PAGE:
By 1855, with his two brothers also in Canterbury, he took an interest in farming and became a cadet in the Rakaia.  In 1857, he and Alfred (one of his brothers) bought 20,000 acres of land which included the iconic Castle Hill Run.  Much to Alfred’s distress, Joshua was unable to leave city life behind completely and his address was still in Armagh Street during these first years.  Leaving Alfred to run Castle Hill by himself, by 1861 Joshua was back to practicing law.  Living in North Canterbury by the mid 1860’s, Joshua was a founding lawyer of today’s Corcoran French and was Kaiapoi’s 2nd Mayor.  Joshua died of illness in 1884 while living in Australia.

The Porters time in mid Canterbury are remembered today in the naming of Porters Pass, Porters Flat, Porter Heights Ski Field, Porter River and Porter Place in the Castle Hill Village.

Richard Wormald (1806 – 1861) arrived in Lyttelton aboard the Isabella Hercus, the Canterbury Association’s 6th ship.   Just over a month later, he had placed his first business advert in the Lyttelton Times (pictured) and his office was situated on London Street (Lyttelton).  Like the two lawyers before him, he mainly dealt with land and stock sales.  The papers were full of his advertisements.

By 1857, he partnered with William Sefton Moorhouse (who is remembered today mainly for his political life within Canterbury, being our second Provincial Superintendent).  Wormald was the Secretary of the Lyttelton Book Society and the lawyer for the Building and Investment Society.  And then sadly, on 20th October 1861, Wormald died and there are very few details as to how.  A few weeks before this, none of his advertisements appeared as they once did – suggesting he was ill.  He was 55 years old and is buried at Lyttelton Anglican Cemetery.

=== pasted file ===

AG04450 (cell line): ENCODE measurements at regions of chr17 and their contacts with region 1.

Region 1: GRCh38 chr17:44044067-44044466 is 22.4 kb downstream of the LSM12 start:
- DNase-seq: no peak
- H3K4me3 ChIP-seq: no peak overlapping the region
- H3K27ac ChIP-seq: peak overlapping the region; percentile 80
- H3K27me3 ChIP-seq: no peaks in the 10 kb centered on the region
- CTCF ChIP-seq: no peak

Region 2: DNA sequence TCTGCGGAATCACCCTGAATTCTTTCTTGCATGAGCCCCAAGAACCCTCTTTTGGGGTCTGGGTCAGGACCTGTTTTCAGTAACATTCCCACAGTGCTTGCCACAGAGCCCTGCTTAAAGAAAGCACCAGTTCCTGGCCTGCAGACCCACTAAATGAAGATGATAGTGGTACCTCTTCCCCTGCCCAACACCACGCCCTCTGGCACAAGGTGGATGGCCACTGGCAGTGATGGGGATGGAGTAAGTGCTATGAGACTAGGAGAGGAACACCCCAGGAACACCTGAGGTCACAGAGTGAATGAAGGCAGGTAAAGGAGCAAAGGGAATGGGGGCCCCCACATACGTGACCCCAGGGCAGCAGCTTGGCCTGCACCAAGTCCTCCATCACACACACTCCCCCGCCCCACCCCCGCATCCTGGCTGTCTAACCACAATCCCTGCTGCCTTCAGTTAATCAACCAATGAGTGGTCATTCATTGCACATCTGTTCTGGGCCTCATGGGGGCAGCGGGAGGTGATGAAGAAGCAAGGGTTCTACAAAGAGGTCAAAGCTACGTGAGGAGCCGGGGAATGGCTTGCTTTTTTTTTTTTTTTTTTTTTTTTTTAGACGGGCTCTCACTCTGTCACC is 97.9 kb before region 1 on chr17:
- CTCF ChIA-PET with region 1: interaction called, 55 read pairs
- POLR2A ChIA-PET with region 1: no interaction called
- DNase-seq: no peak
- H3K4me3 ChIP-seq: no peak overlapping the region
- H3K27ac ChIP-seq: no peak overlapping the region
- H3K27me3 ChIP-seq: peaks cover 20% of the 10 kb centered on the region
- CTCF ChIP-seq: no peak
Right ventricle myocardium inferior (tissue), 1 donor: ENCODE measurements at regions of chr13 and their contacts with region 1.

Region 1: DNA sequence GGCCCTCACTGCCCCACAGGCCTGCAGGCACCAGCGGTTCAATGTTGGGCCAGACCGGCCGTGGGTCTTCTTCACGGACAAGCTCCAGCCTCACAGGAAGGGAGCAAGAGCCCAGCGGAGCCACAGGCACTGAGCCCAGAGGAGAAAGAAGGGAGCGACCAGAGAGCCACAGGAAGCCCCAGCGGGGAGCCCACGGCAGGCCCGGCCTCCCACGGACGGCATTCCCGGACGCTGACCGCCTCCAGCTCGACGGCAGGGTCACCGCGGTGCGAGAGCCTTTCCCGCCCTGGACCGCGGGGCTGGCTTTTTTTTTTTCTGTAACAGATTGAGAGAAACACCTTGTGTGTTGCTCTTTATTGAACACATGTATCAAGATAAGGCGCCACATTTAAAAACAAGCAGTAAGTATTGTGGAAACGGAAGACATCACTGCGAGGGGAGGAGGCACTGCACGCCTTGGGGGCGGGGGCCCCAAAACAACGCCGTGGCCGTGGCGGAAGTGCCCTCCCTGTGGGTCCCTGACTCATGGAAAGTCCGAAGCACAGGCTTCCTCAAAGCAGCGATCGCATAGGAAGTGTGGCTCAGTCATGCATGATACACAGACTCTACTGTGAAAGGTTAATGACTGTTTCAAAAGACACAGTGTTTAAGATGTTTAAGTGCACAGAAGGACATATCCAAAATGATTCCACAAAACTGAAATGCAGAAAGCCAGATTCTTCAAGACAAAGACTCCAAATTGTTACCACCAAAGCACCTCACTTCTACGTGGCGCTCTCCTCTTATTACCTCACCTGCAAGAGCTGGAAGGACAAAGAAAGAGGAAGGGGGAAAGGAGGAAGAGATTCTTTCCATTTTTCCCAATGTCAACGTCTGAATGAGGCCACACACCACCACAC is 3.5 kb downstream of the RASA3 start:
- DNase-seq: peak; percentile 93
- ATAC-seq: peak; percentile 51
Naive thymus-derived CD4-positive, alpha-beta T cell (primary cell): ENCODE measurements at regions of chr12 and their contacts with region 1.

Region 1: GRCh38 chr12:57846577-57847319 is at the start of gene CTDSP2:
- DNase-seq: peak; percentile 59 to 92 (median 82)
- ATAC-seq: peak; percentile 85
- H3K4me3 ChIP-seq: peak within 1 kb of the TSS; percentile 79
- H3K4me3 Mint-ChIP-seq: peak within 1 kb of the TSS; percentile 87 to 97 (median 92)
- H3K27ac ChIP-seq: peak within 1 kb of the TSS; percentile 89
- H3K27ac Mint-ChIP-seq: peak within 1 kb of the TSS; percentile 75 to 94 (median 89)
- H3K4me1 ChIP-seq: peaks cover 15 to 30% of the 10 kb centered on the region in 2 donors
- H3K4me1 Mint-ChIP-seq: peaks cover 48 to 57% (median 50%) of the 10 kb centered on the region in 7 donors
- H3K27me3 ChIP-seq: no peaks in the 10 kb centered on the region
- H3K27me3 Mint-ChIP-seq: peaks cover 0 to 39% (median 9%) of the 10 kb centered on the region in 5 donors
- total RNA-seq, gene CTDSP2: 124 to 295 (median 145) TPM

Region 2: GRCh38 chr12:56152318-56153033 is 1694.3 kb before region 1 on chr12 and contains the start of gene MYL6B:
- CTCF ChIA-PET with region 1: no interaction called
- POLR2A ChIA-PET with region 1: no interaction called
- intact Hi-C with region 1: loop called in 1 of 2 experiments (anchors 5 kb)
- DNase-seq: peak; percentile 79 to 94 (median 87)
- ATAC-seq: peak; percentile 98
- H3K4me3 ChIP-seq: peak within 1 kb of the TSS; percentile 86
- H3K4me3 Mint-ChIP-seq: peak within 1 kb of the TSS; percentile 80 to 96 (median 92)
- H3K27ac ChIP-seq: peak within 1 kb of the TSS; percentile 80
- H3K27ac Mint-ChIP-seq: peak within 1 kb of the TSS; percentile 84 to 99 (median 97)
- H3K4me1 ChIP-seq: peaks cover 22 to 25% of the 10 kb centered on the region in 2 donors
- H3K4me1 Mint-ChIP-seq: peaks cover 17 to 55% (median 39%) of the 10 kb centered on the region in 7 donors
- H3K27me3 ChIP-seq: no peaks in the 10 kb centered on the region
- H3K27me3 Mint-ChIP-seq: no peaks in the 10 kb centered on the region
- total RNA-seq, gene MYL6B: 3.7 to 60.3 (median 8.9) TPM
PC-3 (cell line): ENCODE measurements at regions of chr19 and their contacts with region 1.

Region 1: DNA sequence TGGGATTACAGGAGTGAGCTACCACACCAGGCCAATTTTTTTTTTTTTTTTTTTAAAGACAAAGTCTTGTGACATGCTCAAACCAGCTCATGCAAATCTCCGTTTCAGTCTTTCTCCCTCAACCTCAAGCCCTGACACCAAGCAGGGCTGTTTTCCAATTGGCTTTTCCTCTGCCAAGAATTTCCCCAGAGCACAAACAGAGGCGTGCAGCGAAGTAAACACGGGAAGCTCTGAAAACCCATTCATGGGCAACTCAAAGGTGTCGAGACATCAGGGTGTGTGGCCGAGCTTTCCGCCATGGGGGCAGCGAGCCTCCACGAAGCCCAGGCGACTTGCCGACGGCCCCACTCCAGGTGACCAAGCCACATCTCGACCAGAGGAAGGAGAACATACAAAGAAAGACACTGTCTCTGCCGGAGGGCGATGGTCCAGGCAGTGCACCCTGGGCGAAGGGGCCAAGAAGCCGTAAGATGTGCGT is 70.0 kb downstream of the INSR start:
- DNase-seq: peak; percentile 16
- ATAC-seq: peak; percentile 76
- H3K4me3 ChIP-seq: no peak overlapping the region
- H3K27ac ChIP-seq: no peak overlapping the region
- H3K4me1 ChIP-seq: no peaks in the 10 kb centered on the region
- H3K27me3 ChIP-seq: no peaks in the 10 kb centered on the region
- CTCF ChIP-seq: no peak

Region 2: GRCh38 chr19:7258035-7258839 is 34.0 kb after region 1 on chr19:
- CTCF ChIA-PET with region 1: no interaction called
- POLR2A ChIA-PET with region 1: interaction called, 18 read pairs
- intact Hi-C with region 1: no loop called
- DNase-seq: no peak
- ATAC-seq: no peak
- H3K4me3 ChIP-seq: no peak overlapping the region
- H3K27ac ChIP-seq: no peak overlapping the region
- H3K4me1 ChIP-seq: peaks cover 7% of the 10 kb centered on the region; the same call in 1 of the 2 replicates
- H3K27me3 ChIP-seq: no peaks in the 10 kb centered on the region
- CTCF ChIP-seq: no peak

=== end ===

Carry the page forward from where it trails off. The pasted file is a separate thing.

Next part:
It doesn’t feel right not to give an honorable mention to Thomas Smith Duncan who in 1857 founded the law firm that is today’s Duncan Cotterill.  Duncan, a Scottish lawyer by trade, started his Canterbury life as a bit of a rascal, having fled his homeland with a young charge of his employer. They ran away together to the village of Gretna Green and had a quickie marriage ceremony.

The newlyweds arrived on the ‘Randolph’, the Canterbury Association’s second ship. Although the law was all Duncan knew, he had no plans to practice while in his new life. The pair purchased twenty hectares in Decanter Bay on Banks Peninsula and ran a dairy farm. They only lasted five years before moving to Lyttelton. Soon after his arrival, he opened his own law firm.

Around this time, Duncan’s future law partner, Henry Cotterill, was just a toddler. He was later educated at Christ’s College and became a lawyer in 1878. A year later he became a partner of Duncan and remained so until his death in 1943.

Today, with five offices nationwide, with over eighty lawyers employed, history proud 159 year old Duncan Cotterill has survived the Canterbury earthquakes, moving into a brand new building on Victoria Street in 2014.  The firm has proved to be very much a part of the Scottish culture of Canterbury today, still being the solicitors of the Deans Family (concerning Riccarton and Homebush at least), and supporters of St Andrew’s College (the ‘Strowan’ homestead once being the home of Duncan) and the Hororata Highlands Games.

*Image courtesy of Papers Past – https://paperspast.natlib.govt.nz*